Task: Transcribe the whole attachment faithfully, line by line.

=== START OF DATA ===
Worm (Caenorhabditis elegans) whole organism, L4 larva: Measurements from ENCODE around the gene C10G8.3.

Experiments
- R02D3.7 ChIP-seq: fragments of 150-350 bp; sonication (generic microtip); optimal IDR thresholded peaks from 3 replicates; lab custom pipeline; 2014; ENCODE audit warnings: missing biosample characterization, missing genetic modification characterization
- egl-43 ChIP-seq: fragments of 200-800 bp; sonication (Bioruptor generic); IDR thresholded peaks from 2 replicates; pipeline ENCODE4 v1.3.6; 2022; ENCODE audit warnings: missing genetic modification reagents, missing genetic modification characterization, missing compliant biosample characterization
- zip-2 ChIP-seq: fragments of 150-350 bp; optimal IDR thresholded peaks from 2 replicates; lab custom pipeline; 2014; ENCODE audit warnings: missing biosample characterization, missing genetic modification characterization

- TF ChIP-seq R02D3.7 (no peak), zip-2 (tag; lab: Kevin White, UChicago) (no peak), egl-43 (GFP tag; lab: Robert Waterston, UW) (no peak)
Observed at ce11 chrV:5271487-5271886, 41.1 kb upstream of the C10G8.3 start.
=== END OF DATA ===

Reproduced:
Worm (Caenorhabditis elegans) whole organism, L4 larva: Measurements from ENCODE around the gene C10G8.3.

Experiments
- R02D3.7 ChIP-seq: fragments of 150-350 bp; sonication (generic microtip); optimal IDR thresholded peaks from 3 replicates; lab custom pipeline; 2014; ENCODE audit warnings: missing biosample characterization, missing genetic modification characterization
- egl-43 ChIP-seq: fragments of 200-800 bp; sonication (Bioruptor generic); IDR thresholded peaks from 2 replicates; pipeline ENCODE4 v1.3.6; 2022; ENCODE audit warnings: missing genetic modification reagents, missing genetic modification characterization, missing compliant biosample characterization
- zip-2 ChIP-seq: fragments of 150-350 bp; optimal IDR thresholded peaks from 2 replicates; lab custom pipeline; 2014; ENCODE audit warnings: missing biosample characterization, missing genetic modification characterization

- TF ChIP-seq R02D3.7 (no peak), zip-2 (tag; lab: Kevin White, UChicago) (no peak), egl-43 (GFP tag; lab: Robert Waterston, UW) (no peak)
Observed at ce11 chrV:5271487-5271886, 41.1 kb upstream of the C10G8.3 start.